Dinner is a very short walk from the hotel, and alongside basically everyone but Nick (he was sleeping), we head into a local Churrascaria. This is what one imagines when thinking Brazil-chow, dudes in dress-shirts and vests with sword-skewers of delicious animal, carving it off onto your plate until you have heart-failure or have developed gout. All you can eat you say? This seems to be my kind of country.

There is a salad bar - and Paolo and I think that maybe it ain't such a bad idea to get some fruit and vegetables in to balance all that meat-feasting out. They had hearts of palm, broccoli, beans covered in farofa, potato and vegetable salads, ubiquitous black beans and rice, and lots more in the healthy-department. Before I even take my seat, a dude in full chefs-whites comes by with a drink cart with a bowl of limes and some bottles of cachaça (sugar cane rum) and I know exactly what he's here for. I raise my hand and say "yes please!" 

It is well known that I am into a good cocktail. I have had my share of cocktails all over the world in speakeasies and cocktail bars and New American restaurants and all that (Brazilian) jazz. The caipirinha is Brazil's national drink. It consists of limes, sugar, and sugar cane rum. I've tried it in a couple spots around the world - never Brazil. The caipirinha I drank at this steakhouse whose name escaped me was - and I state this with no exaggeration - the best cocktail I've ever had. Ever. Flavor-wise, it lies somewhere in between a margarita, mojito, and aviation? With just three ingredients - a liquor, sweet, and an acid - it's about as simple as you get when speaking in terms of cocktails. Imagine the first time you had a lemonade as a kid on a hot summer day… it's like that.

Reminiscence alert.

I remember when I was really young, in the summer time, I was doing a project on the planets of the universe… working diligently away as a third or second-grader does, when my mom brings in a snack of sour cream and onion chips and fresh home-made lemonade. The salty snack washed down with sugary, lemony, icy beverage was a flavor that still sparks memory to this day. That's what that caipirinha was like. Drinking lemonade for the first time in your life on a hot day after working non-stop and eating something salty. Hopefully that makes sense.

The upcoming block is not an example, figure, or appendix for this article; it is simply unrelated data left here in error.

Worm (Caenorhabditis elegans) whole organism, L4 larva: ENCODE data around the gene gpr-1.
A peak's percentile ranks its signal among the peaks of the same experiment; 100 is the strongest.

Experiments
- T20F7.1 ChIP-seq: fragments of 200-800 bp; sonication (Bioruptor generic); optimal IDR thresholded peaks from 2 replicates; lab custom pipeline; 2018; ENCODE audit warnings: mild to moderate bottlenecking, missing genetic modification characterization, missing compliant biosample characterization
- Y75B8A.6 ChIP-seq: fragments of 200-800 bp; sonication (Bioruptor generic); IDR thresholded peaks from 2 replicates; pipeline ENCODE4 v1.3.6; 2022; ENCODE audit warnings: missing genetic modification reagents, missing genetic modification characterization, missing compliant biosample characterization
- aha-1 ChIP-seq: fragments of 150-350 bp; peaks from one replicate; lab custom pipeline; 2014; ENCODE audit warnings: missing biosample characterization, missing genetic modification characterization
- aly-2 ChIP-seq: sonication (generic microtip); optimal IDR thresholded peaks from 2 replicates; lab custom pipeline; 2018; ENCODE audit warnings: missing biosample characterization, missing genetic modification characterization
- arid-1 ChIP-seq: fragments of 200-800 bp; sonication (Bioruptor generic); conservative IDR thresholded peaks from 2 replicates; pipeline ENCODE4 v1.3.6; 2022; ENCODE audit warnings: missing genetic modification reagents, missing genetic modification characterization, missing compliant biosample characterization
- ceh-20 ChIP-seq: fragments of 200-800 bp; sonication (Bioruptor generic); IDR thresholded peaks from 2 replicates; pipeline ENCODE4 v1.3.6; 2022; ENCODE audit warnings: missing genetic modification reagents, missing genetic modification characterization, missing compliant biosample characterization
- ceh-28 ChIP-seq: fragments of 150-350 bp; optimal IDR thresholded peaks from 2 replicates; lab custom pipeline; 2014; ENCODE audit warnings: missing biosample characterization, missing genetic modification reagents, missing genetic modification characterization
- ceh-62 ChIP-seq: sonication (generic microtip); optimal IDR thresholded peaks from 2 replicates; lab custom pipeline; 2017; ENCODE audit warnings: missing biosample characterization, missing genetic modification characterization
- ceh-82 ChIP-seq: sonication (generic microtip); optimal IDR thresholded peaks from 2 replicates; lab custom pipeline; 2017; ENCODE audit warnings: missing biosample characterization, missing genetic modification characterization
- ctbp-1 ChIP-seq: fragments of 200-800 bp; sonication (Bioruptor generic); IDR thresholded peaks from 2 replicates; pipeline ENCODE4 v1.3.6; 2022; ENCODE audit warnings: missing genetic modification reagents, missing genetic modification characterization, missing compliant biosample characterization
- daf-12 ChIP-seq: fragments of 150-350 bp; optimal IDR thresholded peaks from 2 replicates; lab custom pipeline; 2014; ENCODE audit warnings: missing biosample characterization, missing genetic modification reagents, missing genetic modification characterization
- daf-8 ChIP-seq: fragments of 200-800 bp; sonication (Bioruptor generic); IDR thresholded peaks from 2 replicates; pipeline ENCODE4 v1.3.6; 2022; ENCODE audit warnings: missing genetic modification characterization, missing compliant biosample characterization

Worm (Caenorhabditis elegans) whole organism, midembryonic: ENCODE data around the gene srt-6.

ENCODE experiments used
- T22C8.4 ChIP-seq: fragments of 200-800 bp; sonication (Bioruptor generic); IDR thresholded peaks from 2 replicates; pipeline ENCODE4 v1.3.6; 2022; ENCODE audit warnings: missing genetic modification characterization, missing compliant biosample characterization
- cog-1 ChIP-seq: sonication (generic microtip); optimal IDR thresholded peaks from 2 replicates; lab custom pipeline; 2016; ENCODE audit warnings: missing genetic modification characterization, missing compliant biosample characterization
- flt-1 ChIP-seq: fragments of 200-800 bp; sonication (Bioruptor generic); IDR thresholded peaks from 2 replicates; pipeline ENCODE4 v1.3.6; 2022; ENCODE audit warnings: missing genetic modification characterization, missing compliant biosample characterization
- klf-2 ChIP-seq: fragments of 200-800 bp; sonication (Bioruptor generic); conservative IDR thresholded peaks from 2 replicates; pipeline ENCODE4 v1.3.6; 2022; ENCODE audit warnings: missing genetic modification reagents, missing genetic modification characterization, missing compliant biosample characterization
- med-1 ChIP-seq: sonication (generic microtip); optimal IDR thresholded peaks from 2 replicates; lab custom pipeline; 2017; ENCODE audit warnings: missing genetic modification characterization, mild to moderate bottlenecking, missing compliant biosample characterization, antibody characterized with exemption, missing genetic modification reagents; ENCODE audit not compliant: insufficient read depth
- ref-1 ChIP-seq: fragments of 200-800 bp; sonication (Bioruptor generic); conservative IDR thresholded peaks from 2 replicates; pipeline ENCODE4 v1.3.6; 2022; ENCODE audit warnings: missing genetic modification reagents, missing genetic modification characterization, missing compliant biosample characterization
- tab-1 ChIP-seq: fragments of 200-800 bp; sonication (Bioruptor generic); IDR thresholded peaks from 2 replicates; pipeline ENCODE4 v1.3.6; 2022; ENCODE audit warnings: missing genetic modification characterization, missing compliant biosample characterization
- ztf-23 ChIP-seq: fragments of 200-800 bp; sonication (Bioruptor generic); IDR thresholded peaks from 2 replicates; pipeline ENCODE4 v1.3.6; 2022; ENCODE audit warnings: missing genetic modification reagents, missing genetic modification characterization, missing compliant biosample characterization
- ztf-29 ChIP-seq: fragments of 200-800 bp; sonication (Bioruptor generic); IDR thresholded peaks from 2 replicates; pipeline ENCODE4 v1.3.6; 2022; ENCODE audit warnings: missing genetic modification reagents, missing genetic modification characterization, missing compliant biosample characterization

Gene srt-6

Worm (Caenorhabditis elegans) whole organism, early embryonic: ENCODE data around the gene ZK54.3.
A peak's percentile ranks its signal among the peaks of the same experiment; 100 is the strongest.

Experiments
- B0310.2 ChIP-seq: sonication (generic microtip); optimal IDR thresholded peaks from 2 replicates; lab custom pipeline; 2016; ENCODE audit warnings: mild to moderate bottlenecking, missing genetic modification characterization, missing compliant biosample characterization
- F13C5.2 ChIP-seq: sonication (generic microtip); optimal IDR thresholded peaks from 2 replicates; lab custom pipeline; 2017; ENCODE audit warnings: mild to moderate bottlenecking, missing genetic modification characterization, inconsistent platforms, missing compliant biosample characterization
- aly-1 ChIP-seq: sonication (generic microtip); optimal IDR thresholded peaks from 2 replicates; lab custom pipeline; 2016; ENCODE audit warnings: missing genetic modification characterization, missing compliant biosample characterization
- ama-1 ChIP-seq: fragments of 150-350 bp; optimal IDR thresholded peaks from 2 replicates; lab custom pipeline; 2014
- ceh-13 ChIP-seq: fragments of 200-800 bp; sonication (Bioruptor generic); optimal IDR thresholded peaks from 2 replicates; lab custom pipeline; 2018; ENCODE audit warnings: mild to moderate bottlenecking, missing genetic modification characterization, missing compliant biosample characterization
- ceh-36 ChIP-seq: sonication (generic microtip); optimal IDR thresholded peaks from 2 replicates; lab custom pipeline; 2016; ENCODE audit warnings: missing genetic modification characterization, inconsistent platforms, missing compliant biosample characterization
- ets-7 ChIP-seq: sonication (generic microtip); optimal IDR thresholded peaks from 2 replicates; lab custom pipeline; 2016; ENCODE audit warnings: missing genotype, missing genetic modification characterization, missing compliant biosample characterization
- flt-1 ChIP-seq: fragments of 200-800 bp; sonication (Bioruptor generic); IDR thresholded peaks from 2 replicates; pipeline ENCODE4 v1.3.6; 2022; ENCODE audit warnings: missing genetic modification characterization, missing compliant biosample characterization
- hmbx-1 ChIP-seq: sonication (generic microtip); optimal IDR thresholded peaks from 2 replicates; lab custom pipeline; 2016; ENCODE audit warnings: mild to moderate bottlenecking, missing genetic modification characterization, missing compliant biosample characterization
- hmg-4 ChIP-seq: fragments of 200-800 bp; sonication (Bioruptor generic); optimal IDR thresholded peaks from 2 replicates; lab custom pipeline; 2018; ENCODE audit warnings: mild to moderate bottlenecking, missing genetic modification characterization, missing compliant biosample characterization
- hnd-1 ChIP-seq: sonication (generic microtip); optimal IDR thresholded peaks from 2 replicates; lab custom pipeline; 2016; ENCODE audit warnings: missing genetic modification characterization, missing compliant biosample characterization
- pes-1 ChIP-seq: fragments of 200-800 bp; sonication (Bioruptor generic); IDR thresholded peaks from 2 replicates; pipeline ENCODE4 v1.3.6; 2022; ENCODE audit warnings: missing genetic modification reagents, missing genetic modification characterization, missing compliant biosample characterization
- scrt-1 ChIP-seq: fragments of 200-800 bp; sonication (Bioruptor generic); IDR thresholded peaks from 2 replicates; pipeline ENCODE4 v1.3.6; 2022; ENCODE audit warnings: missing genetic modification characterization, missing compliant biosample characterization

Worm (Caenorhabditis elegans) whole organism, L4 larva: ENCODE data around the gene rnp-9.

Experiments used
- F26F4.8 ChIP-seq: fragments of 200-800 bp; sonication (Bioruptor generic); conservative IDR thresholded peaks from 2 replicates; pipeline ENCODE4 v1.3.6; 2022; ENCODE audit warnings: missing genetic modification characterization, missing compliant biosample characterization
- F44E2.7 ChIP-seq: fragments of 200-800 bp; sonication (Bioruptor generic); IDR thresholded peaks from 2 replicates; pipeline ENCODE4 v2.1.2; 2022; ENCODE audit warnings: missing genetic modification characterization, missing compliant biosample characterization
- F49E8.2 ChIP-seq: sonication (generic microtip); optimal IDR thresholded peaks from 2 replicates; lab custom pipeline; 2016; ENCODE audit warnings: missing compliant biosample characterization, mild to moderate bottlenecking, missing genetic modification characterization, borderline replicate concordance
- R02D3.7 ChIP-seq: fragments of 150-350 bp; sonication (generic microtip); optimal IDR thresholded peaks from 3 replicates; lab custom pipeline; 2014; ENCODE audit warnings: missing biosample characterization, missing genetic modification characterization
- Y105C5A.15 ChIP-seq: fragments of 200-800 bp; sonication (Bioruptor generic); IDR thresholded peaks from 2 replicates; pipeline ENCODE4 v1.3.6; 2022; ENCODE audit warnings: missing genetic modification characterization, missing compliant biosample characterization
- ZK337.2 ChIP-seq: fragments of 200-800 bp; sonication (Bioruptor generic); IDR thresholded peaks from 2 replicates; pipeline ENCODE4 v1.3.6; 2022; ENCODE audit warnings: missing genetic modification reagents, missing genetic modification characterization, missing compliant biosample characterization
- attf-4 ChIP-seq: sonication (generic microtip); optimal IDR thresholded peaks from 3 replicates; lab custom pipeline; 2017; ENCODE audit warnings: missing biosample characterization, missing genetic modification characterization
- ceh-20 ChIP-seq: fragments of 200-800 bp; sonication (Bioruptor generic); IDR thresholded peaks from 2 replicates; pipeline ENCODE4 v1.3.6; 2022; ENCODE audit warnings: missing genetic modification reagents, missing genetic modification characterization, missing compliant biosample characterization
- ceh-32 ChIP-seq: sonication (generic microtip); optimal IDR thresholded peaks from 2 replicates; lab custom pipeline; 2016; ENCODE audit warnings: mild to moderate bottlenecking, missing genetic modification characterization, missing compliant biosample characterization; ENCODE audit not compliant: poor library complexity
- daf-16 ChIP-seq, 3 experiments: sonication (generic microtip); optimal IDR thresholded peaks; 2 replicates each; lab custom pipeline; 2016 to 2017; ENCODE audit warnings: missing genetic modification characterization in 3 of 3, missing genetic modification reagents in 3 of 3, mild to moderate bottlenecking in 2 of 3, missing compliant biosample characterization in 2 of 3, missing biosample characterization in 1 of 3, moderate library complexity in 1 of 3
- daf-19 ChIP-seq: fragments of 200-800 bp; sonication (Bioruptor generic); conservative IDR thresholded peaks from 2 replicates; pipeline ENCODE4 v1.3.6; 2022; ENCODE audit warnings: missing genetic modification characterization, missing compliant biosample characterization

Back to Brasilia and the steakhouse. Skewers of chicken wings, sausages, beef, ham, tongue, chicken hearts, spicy sausage, linguiça and special cuts basically keep coming by until you wave the dudes away. Everything is grilled simply - maintaining key emphasis on the flavor of the meat. Salt and grill-char open the introductory flavor of each cut, and every once in a while you get a piece of meat that stands out - the ham was otherworldly. Salty, porky, cured and grilled. The chicken hearts were for the Asians only at our table (Ken and I (Ken is Filipino)) and man were they good. The sugary, limey, icy, perfect caipirinhas couldn't have been a better match for the protein-feast; I put down around 4 or so by the end of dinner. 

Besides the carnivorous flesh, there were farofa de ovo e cebolinha (scrambled eggs with farofa), fries, and a cheese-filled empanada of sorts. Trying Brazilian desert for the first time was something special too - a heavy emphasis on sugar was the key feature of the sweets. Sugary sweet was the flan and caramel/coconut pastey-pudding; tropical fruit terrines and mixtures and an açai pudding were also offered - all fantastic. 

Meat coma. We all have a couple more caipirinhas and call it a night.

Brazil: Meat, Caipirinhas, and Meat I

Brasilia, Sao Paulo, Curitiba

Having never set foot in South America previously, obviously I was eagerly anticipating things of the culinary-realm. I've said it before and I'll say it again - you learn more from a country from their food than from anything else they can offer. An added bonus of the trip to South America was that for some reason, Trivium had grown a massive following whilst never actually playing a single show in the territory. From all our band friends like David Draiman to John Petrucci, Lamb Of God to In Flames - they all pretty much said the same thing - "you are going to have the best time out there; with some of the most insane fans you've ever seen."

The flight to Brazil was actually a piece of cake. Trivium is used to the uber-painful 3-5 connections-flight in coach-in-the-back-of-the-plane-middle-seat kinda way, so the 2 flights over was a treat in comparison to the latter. We met our promoter Marcos in Atlanta before the flight to Brasilia, where I quickly and excitedly (probably annoyingly) filled him in of the fact that we need to be eating as much as possible of the traditionals when we hit the ground. His response was "South America is a meat culture… with lots and lots of meat." We all smiled and boarded the plane.